Celtic, British, and several other cultures believe that knocking on wood wards off evil spirits. The core belief is that good spirits reside in the wood, and wood also has divine properties. It only makes sense that people knock on wood to invoke the good spirit and call for help. Many variations of this superstition are around today, that it becomes impossible to pin down the actual reason for this. But its importance is signified that the phrase ‘touch wood’ is still used to ward off the evil eye.
9. Throwing Salt Over Shoulder
In western countries, throwing salt over your shoulder is a similar practice to knocking on wood, that is – to ward off the evil and, in this case, to ward off the devil himself. It is believed that spilling salt is seen as an indication of evil behind you, and throwing that salt over your shoulder blinds the evil and thus saves you from bad fortune.
10. The Evil Eye
The Mediterranean, middle east, and South Asians have the superstition that abundance of success attracts all kinds of evil—- jealousy of relatives, neighbors, the envy of gods themselves, etc., which results in a decline in progress and failures. To hold off these negative energies and channel them away from themselves, people craft talismans and beads with the image of the evil eye that casts off the negative energy directed towards them.
11. Yellow Flowers
In Russia, yellow flowers are treated and viewed the same way as in some cultures black cats are regarded. They are considered as problematic and chaotic things that will only bring you hardships. People believe that yellow flowers are a product of evil, and some also think that they can cause death.
12. Itch on the Palm
In some Caribbean and South Asian countries, itchy palms mean that you will soon owe money to someone. In other versions, it also means that money is coming your way. Generally, the left hand is said to have passive energy, and the right hand is said to have vibrant energy. So next time you get an itch on the palm, secure your wallet.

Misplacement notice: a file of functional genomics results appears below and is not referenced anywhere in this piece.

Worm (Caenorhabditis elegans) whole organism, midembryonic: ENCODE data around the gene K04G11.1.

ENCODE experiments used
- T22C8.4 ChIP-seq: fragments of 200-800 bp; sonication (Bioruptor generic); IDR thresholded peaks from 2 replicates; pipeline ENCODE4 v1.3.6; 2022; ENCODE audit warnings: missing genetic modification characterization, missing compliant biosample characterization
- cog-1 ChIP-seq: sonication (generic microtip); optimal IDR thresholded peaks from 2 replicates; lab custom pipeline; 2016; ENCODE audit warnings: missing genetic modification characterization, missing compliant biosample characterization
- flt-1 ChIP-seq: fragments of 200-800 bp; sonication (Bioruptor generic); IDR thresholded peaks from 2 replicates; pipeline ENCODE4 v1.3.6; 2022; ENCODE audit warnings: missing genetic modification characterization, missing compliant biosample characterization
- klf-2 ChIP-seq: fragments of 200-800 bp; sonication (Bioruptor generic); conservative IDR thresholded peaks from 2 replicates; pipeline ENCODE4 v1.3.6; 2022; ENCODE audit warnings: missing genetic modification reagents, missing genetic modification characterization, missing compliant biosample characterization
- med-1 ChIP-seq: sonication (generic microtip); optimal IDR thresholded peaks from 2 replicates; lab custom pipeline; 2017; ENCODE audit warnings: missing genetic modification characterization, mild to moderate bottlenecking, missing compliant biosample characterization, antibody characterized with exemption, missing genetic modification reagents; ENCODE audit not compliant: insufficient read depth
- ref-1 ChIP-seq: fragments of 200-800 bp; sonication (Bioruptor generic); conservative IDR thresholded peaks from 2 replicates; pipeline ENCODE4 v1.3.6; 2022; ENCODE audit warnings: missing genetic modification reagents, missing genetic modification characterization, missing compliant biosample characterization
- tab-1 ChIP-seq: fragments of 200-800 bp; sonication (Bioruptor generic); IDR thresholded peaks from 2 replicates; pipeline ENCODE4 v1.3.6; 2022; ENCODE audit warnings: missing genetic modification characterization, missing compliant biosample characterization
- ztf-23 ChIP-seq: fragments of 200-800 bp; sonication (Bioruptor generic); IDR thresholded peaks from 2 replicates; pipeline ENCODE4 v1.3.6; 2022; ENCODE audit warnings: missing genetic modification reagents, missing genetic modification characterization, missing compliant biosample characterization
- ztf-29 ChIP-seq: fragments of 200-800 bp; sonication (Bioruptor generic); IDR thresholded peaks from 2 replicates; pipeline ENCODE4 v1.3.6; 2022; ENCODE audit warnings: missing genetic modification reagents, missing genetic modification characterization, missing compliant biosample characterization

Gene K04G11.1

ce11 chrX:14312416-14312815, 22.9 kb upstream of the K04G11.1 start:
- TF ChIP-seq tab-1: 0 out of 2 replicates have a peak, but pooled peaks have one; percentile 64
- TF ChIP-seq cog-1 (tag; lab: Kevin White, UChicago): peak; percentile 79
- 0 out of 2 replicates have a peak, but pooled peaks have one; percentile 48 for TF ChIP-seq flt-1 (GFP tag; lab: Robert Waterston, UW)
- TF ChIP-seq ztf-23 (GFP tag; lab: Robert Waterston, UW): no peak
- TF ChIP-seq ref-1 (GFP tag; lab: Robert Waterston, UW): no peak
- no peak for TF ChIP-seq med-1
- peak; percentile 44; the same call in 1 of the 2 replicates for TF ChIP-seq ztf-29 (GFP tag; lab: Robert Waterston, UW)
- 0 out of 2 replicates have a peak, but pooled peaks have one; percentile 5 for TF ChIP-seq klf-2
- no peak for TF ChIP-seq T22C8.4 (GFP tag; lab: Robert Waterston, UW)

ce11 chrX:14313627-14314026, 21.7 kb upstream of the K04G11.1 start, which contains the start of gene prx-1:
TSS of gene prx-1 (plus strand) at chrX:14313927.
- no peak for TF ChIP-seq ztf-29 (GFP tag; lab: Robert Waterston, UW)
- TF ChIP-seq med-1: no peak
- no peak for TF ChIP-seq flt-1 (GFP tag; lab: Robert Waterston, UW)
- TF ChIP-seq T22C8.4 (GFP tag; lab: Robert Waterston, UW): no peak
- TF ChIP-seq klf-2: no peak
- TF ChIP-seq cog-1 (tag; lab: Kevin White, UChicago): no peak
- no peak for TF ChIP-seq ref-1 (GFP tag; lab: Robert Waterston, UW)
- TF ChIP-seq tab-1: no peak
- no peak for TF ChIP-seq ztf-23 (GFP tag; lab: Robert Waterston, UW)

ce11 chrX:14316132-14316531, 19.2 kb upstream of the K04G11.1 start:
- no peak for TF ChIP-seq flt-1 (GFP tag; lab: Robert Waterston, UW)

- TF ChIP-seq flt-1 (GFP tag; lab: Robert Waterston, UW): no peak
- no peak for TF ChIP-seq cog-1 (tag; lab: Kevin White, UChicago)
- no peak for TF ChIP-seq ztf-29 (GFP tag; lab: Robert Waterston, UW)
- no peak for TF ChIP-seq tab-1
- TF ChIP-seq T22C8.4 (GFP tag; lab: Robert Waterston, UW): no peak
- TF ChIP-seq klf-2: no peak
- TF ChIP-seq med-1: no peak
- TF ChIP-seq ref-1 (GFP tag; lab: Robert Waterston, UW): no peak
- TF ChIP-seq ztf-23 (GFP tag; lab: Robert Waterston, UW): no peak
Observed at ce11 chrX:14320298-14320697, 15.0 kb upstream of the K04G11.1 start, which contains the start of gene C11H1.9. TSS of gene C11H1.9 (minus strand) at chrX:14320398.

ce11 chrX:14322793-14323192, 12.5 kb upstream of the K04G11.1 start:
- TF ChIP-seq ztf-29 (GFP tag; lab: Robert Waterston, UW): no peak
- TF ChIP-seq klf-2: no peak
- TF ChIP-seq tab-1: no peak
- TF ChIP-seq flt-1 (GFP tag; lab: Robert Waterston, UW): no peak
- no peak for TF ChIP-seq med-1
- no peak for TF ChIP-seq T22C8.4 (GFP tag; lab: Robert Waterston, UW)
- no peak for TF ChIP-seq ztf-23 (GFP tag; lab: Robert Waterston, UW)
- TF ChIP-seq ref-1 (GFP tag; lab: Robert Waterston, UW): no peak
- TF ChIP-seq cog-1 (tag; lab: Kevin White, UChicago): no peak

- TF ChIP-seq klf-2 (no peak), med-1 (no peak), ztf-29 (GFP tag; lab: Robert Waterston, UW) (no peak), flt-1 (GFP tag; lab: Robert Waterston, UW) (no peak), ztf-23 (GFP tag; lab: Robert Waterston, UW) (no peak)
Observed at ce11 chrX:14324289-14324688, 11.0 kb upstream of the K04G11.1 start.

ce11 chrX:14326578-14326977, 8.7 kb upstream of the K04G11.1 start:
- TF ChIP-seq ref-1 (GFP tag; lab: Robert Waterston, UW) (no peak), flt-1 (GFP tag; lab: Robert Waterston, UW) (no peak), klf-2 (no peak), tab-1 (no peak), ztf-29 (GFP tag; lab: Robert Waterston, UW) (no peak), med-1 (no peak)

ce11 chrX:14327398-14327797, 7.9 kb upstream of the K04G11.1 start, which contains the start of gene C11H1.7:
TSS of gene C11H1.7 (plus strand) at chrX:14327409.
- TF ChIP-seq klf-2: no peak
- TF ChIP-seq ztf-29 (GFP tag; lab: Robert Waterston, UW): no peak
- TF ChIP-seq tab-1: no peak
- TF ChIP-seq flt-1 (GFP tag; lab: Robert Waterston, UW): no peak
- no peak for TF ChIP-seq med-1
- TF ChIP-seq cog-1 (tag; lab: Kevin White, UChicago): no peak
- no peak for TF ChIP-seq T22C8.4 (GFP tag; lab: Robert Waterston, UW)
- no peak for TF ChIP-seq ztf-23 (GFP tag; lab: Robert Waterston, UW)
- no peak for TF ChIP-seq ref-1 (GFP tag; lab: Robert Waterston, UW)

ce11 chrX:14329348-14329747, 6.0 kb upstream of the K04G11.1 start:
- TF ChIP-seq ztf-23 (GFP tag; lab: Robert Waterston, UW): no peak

13. Inside out Clothes
In Russia, if you put your clothes on inside out, you have to get a beating to escape the evil that it may cause you, a punch or two, and you are safe from the sin that dwells in the burning chambers of hell. However, now in modern times, people just put their clothes on correctly immediately if they ever do this and have a friend symbolically hit them, and that’s it.
14. Keys on the Table
In Sweden, people do not put their keys on the table in public. This superstition originated from a very practical situation, unlike the others mentioned in the list. Early in the days in Sweden, prostitutes would put their keys on the table in public places to attract clients. So it was fused in people’s brains from the very beginning not to commit an act that may have them misunderstood in a quite undignified way. This act has become a superstition among many people with their myth regarding negative energy and bad luck.
15. Running Scissors
It is considered bad luck in South Asian and Middle Eastern countries if you run scissors without actually cutting something. Some believe that it will invoke dormant evil spirits residing in the house and bring bad luck. Some believe that it will cause conflict within the family. Whatever the reason may be, people avoid doing so at all costs.